Never was the phrase ‘the blink of an eye’ more apt than for the work of Gérard Mourou and Donna Strickland, who shared half the 2018 Nobel Prize for Physics for their method of generating high-intensity, ultra-short optical laser pulses. Their technique has led to new areas of research in industry and medicine, including laser surgery for eye operations. The duo shared the award with Arthur Ashkin, who developed ‘optical tweezers’, as the Nobel rewarded "groundbreaking inventions in laser physics".
Mourou and Strickland met after Strickland completed her degree in engineering in Canada and headed south to pursue her PhD at the University of Rochester, NY, studying under Mourou at the Laboratory for Laser Energetics. Ever since the introduction of lasers, scientists have sought to intensify the beam of light, but there seemed to be a limit to how intense the shorter wavelength laser pulse could get before the amplifying material was destroyed. To combat this, laser equipment tended to be large, cumbersome and expensive. Unaware of the radar work in the radio wave, the duo set out to compress a chirped pulse in the visible at a relatively low energy level and pulse duration in the picosecond. The first initial experiment was a success. To go higher in energy, they had to discover a new matched stretcher-compressor. Their eureka moment came, Mourou says, when he was riding a ski lift. As the chairs spread and bunched, he realised he could do the same with the laser pulses. You can’t exceed the speed of light, but you can slow it down and speed it up. Using a ‘grating’ of mirrors, prisms or lenses, the light could be split spectrally to force light of different wavelengths to take longer or shorter routes before being recombined and compressed to its original duration. The grating pair makes the low-frequency component travel a shorter path, so that the high-frequency component lags behind and has longer pulse duration than the original by a factor of up to 100,000. While the pulse is stretched it can be amplified hugely and safely before concentrating it again, effectively squeezing more light into the same time. This ‘chirping’ generates ultrashort optical pulses of terawatt intensity using smaller, cheaper equipment. Ironically it was after their initial work that they discovered that the radar community was using a similar technique in the microwave range for accurate long distance ranging as opposed to ultrahigh intensity pulse generation.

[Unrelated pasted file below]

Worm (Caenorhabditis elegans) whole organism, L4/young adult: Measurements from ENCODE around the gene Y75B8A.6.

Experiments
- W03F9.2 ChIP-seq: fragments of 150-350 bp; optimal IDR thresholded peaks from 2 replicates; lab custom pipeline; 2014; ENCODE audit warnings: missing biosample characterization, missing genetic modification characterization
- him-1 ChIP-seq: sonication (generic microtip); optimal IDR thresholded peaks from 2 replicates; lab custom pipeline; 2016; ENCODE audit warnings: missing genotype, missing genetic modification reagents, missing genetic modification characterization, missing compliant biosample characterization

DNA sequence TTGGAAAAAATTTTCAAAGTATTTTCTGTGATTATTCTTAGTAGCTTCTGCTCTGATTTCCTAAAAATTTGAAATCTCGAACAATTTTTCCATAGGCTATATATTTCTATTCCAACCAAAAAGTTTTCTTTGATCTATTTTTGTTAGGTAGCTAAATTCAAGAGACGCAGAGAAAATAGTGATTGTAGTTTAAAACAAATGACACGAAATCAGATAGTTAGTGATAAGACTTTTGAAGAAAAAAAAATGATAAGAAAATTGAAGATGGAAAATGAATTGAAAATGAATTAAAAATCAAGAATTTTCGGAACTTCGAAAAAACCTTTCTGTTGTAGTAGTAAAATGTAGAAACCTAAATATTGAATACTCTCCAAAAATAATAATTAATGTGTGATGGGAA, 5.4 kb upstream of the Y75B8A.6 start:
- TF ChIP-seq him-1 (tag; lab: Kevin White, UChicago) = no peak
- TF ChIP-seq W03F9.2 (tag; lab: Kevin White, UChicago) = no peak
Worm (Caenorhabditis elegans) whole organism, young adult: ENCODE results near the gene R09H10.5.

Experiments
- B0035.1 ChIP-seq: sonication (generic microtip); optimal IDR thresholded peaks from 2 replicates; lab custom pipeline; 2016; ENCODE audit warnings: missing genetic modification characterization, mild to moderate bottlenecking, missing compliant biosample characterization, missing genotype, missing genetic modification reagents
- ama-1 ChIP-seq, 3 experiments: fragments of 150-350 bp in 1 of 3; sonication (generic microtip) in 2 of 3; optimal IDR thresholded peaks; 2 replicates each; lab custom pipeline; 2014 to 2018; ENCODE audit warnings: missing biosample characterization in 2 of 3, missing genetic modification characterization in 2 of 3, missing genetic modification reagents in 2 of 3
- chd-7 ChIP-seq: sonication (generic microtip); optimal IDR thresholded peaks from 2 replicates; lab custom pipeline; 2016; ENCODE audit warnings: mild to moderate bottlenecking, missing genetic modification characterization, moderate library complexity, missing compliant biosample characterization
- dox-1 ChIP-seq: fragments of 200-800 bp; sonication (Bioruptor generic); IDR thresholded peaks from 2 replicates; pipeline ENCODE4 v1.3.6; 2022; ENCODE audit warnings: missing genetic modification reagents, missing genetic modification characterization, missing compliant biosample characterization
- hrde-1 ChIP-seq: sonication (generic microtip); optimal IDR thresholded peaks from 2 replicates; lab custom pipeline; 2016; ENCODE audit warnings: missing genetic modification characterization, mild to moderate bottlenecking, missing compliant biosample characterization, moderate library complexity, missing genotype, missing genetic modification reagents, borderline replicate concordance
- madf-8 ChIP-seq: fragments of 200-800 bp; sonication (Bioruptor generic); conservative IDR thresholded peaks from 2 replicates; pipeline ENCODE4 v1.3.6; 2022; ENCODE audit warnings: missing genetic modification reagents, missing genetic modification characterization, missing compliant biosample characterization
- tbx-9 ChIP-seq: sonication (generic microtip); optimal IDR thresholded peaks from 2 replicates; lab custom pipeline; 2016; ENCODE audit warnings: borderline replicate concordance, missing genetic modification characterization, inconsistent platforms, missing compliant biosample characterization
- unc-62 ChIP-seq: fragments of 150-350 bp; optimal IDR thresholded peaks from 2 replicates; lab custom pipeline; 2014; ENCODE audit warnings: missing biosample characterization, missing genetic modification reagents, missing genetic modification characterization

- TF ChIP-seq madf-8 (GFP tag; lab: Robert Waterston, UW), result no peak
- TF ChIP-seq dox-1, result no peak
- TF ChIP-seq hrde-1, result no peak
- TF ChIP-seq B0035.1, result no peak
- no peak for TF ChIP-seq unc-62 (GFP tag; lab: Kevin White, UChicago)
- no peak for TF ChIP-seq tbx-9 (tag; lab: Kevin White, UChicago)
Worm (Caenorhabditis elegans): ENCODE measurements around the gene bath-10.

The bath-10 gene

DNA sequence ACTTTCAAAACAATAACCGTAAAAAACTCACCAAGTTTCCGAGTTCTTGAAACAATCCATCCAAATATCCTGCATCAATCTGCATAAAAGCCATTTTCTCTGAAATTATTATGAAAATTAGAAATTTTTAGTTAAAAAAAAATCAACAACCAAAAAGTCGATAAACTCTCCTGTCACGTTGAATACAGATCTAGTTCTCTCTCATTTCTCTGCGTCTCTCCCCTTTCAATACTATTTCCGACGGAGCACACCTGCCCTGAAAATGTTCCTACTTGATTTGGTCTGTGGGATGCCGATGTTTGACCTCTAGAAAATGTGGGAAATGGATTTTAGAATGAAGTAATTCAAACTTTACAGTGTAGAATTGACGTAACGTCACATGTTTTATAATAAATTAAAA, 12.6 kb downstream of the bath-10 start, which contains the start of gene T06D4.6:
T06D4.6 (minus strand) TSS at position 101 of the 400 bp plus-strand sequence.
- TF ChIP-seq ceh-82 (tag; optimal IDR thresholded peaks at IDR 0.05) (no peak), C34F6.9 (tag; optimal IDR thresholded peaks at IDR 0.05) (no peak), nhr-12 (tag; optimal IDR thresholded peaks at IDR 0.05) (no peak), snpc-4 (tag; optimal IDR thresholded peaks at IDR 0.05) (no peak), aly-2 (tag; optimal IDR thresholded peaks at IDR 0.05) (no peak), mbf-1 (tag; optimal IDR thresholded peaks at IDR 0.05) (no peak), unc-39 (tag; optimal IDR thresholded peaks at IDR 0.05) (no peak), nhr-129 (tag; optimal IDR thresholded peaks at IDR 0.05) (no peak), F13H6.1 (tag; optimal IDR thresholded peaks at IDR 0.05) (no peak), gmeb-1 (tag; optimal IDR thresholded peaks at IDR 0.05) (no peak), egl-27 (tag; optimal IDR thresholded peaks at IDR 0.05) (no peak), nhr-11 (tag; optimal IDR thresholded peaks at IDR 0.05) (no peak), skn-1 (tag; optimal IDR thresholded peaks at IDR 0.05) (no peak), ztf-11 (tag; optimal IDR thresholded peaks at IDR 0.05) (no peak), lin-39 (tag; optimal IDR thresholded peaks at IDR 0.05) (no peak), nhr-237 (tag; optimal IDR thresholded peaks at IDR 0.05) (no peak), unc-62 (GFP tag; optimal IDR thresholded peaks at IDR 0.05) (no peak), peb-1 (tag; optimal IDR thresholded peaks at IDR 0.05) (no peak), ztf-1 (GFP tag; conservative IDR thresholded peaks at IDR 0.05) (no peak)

Mourou and Strickland published their findings in 1985, and CPA lasers are now used in physics, chemistry and medicine for precision drilling and surgery and, with light pulses as short as a femtosecond (one million of a billionth of a second) it is possible to illuminate events that previously appeared to be instantaneous, or at sub-atomic levels with the study of electrons.
Gérard Albert Mourou was born in June 1944 in Albertville, France. He studied at the University of Grenoble before gaining his MSc and at the University Laval, Quebec before his PhD in 1973 at the Pierre and Marie Curie University in Paris. After a postdoctoral year at the California State University in San Diego he returned to lead a research group at the École Polytechnique. He moved to the US as a professor at University of Rochester in 1977 where he invented the CPA technique with Donna and went on to work on the applications of the technique with his team at the University of Michigan. He eventually returned to France as a professor at Haut Collège at the École Polytechnique and director of the Laboratoire d'Optique Appliquée at the Superior National School of Advanced Techniques (ENSTA).